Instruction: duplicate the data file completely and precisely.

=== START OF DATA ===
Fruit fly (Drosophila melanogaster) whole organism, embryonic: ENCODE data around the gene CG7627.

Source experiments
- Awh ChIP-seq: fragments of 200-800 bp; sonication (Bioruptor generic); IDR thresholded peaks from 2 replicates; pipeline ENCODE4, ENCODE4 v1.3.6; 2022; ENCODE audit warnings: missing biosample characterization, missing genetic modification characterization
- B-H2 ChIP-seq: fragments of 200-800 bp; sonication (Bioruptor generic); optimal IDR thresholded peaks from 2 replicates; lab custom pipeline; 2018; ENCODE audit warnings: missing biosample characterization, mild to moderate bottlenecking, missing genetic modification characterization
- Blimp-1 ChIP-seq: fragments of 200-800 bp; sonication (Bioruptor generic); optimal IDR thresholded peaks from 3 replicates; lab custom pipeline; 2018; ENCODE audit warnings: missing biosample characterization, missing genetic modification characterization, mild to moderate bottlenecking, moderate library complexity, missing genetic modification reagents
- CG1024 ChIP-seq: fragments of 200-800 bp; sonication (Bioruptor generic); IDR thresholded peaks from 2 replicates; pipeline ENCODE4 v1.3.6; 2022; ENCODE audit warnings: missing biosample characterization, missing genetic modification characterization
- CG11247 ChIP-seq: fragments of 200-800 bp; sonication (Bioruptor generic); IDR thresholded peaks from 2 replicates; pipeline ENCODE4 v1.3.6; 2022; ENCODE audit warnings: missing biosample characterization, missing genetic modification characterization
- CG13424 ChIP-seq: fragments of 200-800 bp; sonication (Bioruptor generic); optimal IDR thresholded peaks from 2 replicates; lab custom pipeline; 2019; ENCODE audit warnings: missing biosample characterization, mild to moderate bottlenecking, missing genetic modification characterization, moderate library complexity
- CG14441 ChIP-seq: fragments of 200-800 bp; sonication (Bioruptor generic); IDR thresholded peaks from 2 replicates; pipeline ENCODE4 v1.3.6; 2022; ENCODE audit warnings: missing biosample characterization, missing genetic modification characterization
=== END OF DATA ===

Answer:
Fruit fly (Drosophila melanogaster) whole organism, embryonic: ENCODE data around the gene CG7627.

Source experiments
- Awh ChIP-seq: fragments of 200-800 bp; sonication (Bioruptor generic); IDR thresholded peaks from 2 replicates; pipeline ENCODE4, ENCODE4 v1.3.6; 2022; ENCODE audit warnings: missing biosample characterization, missing genetic modification characterization
- B-H2 ChIP-seq: fragments of 200-800 bp; sonication (Bioruptor generic); optimal IDR thresholded peaks from 2 replicates; lab custom pipeline; 2018; ENCODE audit warnings: missing biosample characterization, mild to moderate bottlenecking, missing genetic modification characterization
- Blimp-1 ChIP-seq: fragments of 200-800 bp; sonication (Bioruptor generic); optimal IDR thresholded peaks from 3 replicates; lab custom pipeline; 2018; ENCODE audit warnings: missing biosample characterization, missing genetic modification characterization, mild to moderate bottlenecking, moderate library complexity, missing genetic modification reagents
- CG1024 ChIP-seq: fragments of 200-800 bp; sonication (Bioruptor generic); IDR thresholded peaks from 2 replicates; pipeline ENCODE4 v1.3.6; 2022; ENCODE audit warnings: missing biosample characterization, missing genetic modification characterization
- CG11247 ChIP-seq: fragments of 200-800 bp; sonication (Bioruptor generic); IDR thresholded peaks from 2 replicates; pipeline ENCODE4 v1.3.6; 2022; ENCODE audit warnings: missing biosample characterization, missing genetic modification characterization
- CG13424 ChIP-seq: fragments of 200-800 bp; sonication (Bioruptor generic); optimal IDR thresholded peaks from 2 replicates; lab custom pipeline; 2019; ENCODE audit warnings: missing biosample characterization, mild to moderate bottlenecking, missing genetic modification characterization, moderate library complexity
- CG14441 ChIP-seq: fragments of 200-800 bp; sonication (Bioruptor generic); IDR thresholded peaks from 2 replicates; pipeline ENCODE4 v1.3.6; 2022; ENCODE audit warnings: missing biosample characterization, missing genetic modification characterization